Plaintiff filed a Complaint against Defendant on July 16, 2010, alleging selective enforcement in violation of the Equal Protection Clause of the Fourteenth Amendment under 42 U.S.C. § 1983. Plaintiff then filed an Amended Complaint on September 16, 2010, (Doc. 9) and Defendant followed with his Motion to Dismiss on September 23, 2010 (Doc. 12). The Motion has been briefed by both sides and is ripe for review.


Federal Rule of Civil Procedure 12(b)(6) provides for the dismissal of a complaint, in whole or in part, for failure to state a claim upon which relief can be granted. Dismissal is appropriate only if, accepting as true all the facts alleged in the complaint, a plaintiff has not pleaded "enough facts to state a claim to relief that is plausible on its face," Bell Atl. Corp. v. Twombly, 550 U.S. 544, 570 (2007), meaning enough factual allegations "'to raise a reasonable expectation that discovery will reveal evidence of'" each necessary element, Phillips v. County of Allegheny, 515 F.3d 224, 234 (3d Cir. 2008) (quoting Twombly, 550 U.S. at 556); see also Kost v. Kozakiewicz, 1 F.3d 176, 183 (3d Cir. 1993) (requiring a complaint to set forth information from which each element of a claim may be inferred). In light of Federal Rule of Civil Procedure 8(a)(2), the statement need only "'give the defendant fair notice of what the ... claim is and the grounds upon which it rests.'" Erickson v. Pardus, 551 U.S. 89, 93 (2007) (per curiam) (quoting Twombly, 550 U.S. at 555). "[T]he factual detail in a complaint [must not be] so undeveloped that it does not provide a defendant [with] the type of notice of claim which is contemplated by Rule 8." Phillips, 515 F.3d at 232; see also Airborne Beepers & Video, Inc. v. AT&T Mobility LLC, 499 F.3d 663, 667 (7th Cir. 2007).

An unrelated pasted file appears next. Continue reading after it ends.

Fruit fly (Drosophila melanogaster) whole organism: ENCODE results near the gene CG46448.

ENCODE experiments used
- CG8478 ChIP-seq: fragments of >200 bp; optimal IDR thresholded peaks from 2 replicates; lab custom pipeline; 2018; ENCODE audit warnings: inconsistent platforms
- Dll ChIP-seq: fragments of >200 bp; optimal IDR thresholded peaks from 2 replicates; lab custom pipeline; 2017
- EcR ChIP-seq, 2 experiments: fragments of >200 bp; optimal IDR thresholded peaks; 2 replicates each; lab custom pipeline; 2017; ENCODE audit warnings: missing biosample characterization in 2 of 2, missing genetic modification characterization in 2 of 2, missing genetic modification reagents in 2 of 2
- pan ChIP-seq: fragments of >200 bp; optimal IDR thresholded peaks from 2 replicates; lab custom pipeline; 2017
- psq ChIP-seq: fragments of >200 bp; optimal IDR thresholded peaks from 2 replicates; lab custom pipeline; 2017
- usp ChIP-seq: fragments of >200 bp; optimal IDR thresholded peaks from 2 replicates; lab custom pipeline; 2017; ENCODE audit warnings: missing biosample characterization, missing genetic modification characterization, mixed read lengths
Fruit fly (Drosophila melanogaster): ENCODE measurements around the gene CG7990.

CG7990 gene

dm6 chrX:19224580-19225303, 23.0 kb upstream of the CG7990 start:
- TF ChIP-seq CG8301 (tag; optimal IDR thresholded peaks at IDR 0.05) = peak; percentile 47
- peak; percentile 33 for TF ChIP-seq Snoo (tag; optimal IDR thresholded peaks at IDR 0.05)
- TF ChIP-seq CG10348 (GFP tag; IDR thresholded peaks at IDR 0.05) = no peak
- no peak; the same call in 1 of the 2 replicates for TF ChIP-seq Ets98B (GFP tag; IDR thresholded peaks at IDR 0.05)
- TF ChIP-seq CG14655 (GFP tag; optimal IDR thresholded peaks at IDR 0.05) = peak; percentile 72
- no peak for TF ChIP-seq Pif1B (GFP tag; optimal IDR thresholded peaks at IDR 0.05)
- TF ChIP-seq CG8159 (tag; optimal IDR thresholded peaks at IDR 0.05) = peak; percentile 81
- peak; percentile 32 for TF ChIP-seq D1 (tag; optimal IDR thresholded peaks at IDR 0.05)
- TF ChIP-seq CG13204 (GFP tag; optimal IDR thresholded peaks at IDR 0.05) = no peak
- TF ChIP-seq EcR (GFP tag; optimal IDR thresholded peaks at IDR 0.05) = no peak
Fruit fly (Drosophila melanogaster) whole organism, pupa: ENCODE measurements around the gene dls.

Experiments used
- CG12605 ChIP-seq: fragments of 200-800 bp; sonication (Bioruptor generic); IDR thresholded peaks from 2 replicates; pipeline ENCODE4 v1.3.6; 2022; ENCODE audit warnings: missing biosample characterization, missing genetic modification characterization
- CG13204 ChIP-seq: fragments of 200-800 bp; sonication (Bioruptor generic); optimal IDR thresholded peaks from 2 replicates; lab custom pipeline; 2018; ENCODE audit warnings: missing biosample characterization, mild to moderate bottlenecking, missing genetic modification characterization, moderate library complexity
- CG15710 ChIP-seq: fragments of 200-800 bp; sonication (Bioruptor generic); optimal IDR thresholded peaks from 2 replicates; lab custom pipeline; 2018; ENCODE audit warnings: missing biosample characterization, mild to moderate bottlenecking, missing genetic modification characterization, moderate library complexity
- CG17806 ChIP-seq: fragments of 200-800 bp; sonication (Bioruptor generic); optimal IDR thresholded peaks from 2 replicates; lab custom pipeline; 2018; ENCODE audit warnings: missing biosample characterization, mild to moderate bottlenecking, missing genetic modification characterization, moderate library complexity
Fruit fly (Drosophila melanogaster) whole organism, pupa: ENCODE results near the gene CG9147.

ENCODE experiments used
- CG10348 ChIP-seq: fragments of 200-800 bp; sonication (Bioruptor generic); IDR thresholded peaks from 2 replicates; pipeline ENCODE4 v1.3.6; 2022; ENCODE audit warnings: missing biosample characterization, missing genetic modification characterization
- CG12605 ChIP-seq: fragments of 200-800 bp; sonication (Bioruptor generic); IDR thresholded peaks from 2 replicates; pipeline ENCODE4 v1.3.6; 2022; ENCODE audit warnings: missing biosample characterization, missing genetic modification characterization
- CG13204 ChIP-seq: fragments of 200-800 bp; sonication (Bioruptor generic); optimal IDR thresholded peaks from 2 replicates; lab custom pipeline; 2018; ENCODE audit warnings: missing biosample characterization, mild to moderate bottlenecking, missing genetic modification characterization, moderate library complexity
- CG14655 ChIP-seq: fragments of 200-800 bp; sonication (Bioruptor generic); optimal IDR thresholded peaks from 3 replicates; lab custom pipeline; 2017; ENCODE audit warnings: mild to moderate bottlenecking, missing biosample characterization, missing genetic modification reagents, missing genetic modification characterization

In deciding a motion to dismiss, the Court should consider the allegations in the complaint, exhibits attached to the complaint, and matters of public record. See Pension Benefit Guar. Corp. v. White Consol. Indus., Inc., 998 F.2d 1192, 1196 (3d Cir. 1993). The Court may also consider "undisputedly authentic" documents when the plaintiff's claims are based on the documents and the defendant has attached copies of the documents to the motion to dismiss. Id. The Court need not assume the plaintiff can prove facts that were not alleged in the complaint, see City of Pittsburgh v. W. Penn Power Co., 147 F.3d 256, 263 & n.13 (3d Cir. 1998), or credit a complaint's "'bald assertions'" or "'legal conclusions,'" Morse v. Lower Merion Sch. Dist., 132 F.3d 902, 906 (3d Cir. 1997) (quoting In re Burlington Coat Factory Sec. Litig., 114 F.3d 1410, 1429-30 (3d Cir. 1997)). "While legal conclusions can provide the framework of a complaint, they must be supported by factual allegations." Ashcroft v. Iqbal, 129 S.Ct. 1937, 1950 (2009). When considering a Rule 12(b)(6) motion, the Court's role is limited to determining whether a plaintiff is entitled to offer evidence in support of her claims. See Scheuer v. Rhodes, 416 U.S. 232, 236 (1974). The Court does not consider whether a plaintiff will ultimately prevail. See id. A defendant bears the burden of establishing that a plaintiff's complaint fails to state a claim. See Gould Elecs. v. United States, 220 F.3d 169, 178 (3d Cir. 2000).


I. The ...